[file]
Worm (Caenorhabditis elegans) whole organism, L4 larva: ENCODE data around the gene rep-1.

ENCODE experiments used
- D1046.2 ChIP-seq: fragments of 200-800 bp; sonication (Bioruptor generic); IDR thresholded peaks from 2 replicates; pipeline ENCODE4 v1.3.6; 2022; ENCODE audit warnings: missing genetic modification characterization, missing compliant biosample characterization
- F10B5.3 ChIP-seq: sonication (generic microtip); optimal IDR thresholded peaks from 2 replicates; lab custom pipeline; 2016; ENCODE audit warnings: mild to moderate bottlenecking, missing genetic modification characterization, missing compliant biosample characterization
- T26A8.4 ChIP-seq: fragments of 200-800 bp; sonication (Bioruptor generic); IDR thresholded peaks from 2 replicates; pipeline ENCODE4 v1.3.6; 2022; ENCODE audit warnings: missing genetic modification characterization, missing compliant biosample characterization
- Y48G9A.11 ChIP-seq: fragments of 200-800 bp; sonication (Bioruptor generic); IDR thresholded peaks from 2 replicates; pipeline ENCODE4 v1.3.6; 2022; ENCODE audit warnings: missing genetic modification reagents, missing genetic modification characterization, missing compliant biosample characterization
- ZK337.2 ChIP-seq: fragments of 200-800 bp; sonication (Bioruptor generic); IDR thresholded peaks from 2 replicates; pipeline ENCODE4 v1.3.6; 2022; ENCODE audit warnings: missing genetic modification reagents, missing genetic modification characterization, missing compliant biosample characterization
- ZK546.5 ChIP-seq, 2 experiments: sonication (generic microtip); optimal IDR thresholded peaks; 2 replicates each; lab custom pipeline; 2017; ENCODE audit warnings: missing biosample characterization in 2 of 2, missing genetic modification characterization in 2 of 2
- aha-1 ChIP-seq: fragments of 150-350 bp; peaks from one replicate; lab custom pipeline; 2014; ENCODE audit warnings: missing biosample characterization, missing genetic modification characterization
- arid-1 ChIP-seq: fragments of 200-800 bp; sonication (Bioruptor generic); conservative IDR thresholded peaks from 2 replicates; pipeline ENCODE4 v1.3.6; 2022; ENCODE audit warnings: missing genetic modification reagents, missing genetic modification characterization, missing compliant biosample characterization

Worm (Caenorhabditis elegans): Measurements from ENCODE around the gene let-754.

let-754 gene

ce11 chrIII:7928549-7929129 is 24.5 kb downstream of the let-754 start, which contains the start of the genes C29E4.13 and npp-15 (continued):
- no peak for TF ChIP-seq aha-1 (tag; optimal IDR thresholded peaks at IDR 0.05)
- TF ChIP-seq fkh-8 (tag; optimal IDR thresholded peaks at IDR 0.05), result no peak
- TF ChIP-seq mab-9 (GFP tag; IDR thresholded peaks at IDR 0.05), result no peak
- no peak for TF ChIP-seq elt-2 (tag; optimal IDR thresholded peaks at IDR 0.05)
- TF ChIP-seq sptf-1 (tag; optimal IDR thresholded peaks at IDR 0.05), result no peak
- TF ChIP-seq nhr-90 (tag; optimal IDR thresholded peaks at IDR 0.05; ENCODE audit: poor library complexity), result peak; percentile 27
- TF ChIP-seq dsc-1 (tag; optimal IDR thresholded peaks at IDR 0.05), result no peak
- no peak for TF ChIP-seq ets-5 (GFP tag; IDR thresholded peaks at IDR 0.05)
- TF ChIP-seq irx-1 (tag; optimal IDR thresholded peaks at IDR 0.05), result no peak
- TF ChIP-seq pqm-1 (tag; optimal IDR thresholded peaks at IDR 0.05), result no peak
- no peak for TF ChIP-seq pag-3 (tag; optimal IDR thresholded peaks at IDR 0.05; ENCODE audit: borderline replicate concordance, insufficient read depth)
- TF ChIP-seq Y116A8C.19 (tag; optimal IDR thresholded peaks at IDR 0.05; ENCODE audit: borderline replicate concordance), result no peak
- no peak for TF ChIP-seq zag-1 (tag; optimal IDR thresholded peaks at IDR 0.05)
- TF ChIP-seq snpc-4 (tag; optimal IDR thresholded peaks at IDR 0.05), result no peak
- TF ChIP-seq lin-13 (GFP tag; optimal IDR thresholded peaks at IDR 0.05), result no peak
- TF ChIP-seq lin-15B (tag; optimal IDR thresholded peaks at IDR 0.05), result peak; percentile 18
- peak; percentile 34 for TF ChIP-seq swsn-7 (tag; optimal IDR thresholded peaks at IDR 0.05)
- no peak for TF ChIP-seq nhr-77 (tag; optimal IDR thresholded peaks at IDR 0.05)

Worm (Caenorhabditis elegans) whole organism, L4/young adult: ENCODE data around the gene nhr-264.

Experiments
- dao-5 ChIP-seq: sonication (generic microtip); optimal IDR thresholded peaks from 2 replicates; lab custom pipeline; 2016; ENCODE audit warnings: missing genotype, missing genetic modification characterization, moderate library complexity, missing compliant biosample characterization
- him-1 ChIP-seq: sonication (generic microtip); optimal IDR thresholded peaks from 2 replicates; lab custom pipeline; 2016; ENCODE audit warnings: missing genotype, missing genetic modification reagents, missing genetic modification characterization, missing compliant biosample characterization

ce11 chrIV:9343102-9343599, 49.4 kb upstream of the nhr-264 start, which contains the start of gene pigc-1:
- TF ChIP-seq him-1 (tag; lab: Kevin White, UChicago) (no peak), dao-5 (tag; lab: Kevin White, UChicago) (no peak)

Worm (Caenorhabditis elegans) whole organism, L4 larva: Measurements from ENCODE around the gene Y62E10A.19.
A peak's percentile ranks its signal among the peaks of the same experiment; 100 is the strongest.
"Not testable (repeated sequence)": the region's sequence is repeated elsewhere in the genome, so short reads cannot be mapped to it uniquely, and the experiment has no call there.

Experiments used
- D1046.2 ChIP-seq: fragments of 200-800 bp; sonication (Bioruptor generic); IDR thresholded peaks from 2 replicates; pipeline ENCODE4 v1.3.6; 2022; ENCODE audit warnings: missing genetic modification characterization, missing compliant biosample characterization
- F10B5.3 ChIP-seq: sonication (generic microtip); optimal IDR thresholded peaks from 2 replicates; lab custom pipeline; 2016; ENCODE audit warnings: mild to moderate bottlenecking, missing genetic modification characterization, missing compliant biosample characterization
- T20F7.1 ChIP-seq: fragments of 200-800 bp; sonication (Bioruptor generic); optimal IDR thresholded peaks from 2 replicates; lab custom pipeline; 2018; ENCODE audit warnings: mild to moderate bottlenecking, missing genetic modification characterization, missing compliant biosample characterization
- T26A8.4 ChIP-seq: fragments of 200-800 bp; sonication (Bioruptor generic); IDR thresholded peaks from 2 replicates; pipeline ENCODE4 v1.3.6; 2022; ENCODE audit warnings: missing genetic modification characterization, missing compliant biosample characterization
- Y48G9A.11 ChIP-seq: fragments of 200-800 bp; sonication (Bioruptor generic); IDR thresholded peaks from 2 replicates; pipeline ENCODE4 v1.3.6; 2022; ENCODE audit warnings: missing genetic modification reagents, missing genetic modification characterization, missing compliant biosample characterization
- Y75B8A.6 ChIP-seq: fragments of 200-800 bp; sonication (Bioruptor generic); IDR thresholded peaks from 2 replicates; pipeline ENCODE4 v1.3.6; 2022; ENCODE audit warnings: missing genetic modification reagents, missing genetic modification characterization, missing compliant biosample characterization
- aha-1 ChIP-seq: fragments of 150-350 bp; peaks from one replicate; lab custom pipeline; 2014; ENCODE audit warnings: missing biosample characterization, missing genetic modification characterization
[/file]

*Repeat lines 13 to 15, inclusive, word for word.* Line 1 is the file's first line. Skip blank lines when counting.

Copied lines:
ce11 chrIII:7928549-7929129 is 24.5 kb downstream of the let-754 start, which contains the start of the genes C29E4.13 and npp-15 (continued):
- no peak for TF ChIP-seq aha-1 (tag; optimal IDR thresholded peaks at IDR 0.05)
- TF ChIP-seq fkh-8 (tag; optimal IDR thresholded peaks at IDR 0.05), result no peak